When we embark on something new, one of the first things we have to do is let our people know what we are up to. Nudged on by my coach, I wrote and sent a letter to everyone I knew. It was terrifying to ‘put myself out there’. Letting people know what I was doing and why was very uncomfortable. Even though this was incredibly difficult, tapping into my network helped me get started. Some of my first clients were people I already knew. Back then, most people hadn’t heard of coaching. There was a lot of work educating people. I worked in the ‘fake it ‘till you make it’ zone while I built confidence and competence.
There were fun things about building a business, too. I got to indulge my tastes and preferences for how I wanted my days to flow. I’d always been an office supply nerd, ever since I was a girl. I used to have my own desk and office at home. I was just like my dad, who ran his business from a desk in our home, and later my mom, who also had her own business. I loved keeping my pencils and pens tidy, and my notebooks in order. I had a ledger in which I wrote down all the books I got from the library and my rating for them. Not much has changed, hello Goodreads! My ‘office’ was a closet desk, with shelves and drawers. I was small enough to crawl inside and sit ensconced in the scent of pencil shavings and paper. I loved the order of my pens, paperclips and ledgers.
So in 1999, starting my coaching business meant, of course, getting office supplies. I went to Office Depot with my friend Gigia. There, we each put a Mac computer on the Office Depot credit card. If you paid it off in six months, there was no interest. I also got a fax machine and a ream of paper. And pens, I am sure. Thus in the summer of 1999, I entered the digital era.
Who would have known that I would take up a skillset and turn it into a thriving, 20-year old business? Back then, the internet wasn’t yet the platform to launch yourself and hang your shingle. I could not have known I could work completely online and from a home office. I’m grateful for it all – timing, luck and connections to new people and new ways of thinking.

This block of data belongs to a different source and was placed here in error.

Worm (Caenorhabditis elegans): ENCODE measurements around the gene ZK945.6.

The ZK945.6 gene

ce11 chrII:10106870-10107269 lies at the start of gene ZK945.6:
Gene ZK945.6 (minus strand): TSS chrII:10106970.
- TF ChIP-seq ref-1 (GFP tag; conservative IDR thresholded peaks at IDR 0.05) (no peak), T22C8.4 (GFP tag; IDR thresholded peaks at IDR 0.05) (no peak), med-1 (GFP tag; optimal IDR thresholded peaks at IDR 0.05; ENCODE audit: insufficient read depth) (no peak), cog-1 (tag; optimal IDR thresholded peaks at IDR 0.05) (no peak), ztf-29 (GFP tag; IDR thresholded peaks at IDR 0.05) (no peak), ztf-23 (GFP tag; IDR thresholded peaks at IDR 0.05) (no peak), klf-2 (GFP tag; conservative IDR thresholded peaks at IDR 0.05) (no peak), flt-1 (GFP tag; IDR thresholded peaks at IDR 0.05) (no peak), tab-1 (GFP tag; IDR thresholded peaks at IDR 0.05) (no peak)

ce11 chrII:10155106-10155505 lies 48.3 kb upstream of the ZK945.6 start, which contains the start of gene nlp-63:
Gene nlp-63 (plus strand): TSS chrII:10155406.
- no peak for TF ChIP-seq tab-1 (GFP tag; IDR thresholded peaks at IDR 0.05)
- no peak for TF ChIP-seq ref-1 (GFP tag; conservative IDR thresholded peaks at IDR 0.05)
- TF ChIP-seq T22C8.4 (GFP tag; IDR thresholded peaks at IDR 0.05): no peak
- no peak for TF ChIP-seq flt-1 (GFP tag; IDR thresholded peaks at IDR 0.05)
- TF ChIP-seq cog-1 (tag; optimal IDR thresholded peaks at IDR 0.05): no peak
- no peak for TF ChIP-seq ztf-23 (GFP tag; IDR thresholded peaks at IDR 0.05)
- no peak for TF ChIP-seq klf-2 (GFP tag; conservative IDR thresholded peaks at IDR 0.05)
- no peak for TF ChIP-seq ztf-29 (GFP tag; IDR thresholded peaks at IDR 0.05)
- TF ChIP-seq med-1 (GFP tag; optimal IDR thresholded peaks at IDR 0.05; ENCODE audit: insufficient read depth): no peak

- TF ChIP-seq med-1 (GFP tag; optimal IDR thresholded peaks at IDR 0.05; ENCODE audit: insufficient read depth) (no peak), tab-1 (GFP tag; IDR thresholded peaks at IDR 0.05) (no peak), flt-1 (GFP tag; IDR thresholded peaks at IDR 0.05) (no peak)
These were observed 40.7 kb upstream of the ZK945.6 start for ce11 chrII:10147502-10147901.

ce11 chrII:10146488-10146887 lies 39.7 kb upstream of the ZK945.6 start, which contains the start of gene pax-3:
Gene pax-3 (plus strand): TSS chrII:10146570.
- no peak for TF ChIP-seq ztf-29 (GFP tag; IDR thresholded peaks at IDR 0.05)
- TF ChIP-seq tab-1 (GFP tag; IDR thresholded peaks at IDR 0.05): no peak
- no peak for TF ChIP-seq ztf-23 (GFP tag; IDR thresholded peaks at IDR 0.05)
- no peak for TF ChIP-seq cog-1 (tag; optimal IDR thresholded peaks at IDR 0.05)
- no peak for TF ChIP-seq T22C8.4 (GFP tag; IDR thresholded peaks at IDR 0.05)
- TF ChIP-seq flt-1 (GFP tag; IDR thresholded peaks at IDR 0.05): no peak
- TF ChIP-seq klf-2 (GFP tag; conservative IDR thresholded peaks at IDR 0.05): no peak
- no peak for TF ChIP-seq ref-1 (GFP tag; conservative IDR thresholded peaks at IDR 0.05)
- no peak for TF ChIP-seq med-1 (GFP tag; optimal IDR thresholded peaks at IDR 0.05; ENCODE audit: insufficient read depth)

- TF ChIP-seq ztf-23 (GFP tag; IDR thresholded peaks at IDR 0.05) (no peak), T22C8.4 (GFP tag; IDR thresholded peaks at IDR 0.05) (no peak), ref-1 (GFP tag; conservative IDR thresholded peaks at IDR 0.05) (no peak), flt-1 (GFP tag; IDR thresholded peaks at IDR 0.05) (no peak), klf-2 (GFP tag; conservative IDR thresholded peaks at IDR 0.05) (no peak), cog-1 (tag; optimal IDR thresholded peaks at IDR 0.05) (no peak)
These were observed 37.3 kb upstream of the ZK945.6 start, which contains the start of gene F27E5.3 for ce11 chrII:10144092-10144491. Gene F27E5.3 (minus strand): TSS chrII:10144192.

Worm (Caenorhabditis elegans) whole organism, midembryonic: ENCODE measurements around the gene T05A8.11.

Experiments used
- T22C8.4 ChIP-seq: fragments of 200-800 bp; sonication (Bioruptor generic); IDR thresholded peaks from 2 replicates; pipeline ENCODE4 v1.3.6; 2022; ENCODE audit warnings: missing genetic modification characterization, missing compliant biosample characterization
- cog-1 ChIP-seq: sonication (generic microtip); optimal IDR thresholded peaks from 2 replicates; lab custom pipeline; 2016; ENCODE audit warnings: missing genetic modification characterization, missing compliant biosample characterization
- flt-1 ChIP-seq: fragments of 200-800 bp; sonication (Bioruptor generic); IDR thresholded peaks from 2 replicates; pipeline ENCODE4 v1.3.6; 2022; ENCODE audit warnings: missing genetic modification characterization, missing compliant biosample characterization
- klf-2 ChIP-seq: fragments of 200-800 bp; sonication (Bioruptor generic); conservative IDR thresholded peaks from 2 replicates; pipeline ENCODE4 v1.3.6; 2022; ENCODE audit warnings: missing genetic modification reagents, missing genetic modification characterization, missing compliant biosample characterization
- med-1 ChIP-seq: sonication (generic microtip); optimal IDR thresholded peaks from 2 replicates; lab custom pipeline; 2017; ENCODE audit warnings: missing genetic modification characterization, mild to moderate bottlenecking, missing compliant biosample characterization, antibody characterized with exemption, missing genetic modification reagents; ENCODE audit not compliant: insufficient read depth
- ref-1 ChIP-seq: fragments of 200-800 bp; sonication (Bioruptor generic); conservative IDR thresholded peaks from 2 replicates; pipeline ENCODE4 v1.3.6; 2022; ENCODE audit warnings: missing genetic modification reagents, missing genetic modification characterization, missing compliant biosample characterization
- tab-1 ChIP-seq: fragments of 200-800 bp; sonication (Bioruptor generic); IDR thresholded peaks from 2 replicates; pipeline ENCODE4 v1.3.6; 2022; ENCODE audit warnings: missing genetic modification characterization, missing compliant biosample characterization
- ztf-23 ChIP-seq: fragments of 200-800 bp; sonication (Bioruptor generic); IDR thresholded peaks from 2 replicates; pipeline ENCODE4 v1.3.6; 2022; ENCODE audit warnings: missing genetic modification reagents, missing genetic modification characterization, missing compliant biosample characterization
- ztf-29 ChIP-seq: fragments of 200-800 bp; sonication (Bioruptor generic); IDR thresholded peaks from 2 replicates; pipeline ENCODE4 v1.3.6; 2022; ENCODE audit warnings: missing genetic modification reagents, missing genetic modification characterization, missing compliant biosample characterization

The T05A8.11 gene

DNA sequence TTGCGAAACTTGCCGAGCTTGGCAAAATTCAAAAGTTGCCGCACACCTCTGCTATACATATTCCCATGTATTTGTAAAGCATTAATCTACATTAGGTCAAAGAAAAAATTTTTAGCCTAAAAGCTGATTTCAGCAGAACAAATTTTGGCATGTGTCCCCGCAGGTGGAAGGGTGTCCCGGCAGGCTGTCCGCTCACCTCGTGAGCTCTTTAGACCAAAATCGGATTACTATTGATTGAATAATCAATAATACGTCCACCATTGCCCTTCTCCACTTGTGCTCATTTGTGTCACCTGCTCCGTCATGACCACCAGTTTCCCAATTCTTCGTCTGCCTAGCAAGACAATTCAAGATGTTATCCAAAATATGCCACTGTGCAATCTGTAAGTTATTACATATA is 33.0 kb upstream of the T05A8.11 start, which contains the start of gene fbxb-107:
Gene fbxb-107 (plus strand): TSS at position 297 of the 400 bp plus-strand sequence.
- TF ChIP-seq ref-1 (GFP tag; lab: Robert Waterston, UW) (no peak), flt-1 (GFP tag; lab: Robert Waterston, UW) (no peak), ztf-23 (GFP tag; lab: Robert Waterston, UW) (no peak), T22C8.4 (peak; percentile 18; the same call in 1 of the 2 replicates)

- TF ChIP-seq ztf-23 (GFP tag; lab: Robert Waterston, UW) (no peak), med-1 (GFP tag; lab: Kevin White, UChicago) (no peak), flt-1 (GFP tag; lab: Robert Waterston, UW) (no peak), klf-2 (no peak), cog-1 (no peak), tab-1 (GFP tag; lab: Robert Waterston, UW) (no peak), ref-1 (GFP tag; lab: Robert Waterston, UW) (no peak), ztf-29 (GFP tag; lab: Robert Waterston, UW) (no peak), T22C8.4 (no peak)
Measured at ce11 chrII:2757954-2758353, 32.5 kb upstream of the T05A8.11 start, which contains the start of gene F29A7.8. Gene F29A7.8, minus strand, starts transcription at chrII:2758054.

Bringing coaching to writing
I took the common advice to find a niche for my work. Being a creative type and a writer, I focused on helping people get their work out of their head and into the world. It’s been a twenty-year deep dive into the creative process. In the course of thousands of conversations with clients, in the thick of my own making, in the study of what works to be an empowered creative, I have learned so much. I’m endlessly fascinated by how we humans make things and how that process in turn makes us who we are.
When I think back to my 32-year-old self, I feel the excitement of the new world opening up to her. What would she think if she could look ahead to 2019 and see what grew from that seed? She would be super psyched. There was of course a lot of stumbling, picking myself up and plunging ahead. This was a way to live and work on a growth edge, and I, a lifelong learner, was up for it. If you want to work through your ‘issues’, take up an art form or launch a business.
I’m working on a big project to celebrate the 20-year anniversary of Original Impulse. I’m not ready to share yet, but keep your eyes open for news. I will need your help to make this happen!
Celebrate your own milestones!
Get in your own time machine and travel back twenty years. What were you beginning? Who were you becoming? What would your young, newbie self say if she saw things now? Maybe you took a creative leap more recently. What inspired you to go for it? Finally, how can you acknowledge and celebrate your courage and conviction that helped you get going?
I did pay off the computer, interest-free, in six months. I’m still an office supply geek and I still love organizing and being in my current home office. Later this year, I will move to a new home. It will be the first time in all these years that I will work outside the home. I’ll be setting up my Atelier, or studio, for better workflow. I will also be hosting live workshops and events here in Denver.
When I started out 20 years ago, I didn’t know what I was doing. But over time, with luck, persistence and a good bit of magic, it all worked out. I remember this when clients want to plan out every detail before diving into the work. Planning takes us only so far, and I well know how easy it can be to hang out in that comfort zone. But over and over, the books and programs and artwork I have made have taught me about life, making and letting go. And that cluelessness when taking a leap isn’t always a bad thing!
What does my business’ origin story spark in you? Ask me anything.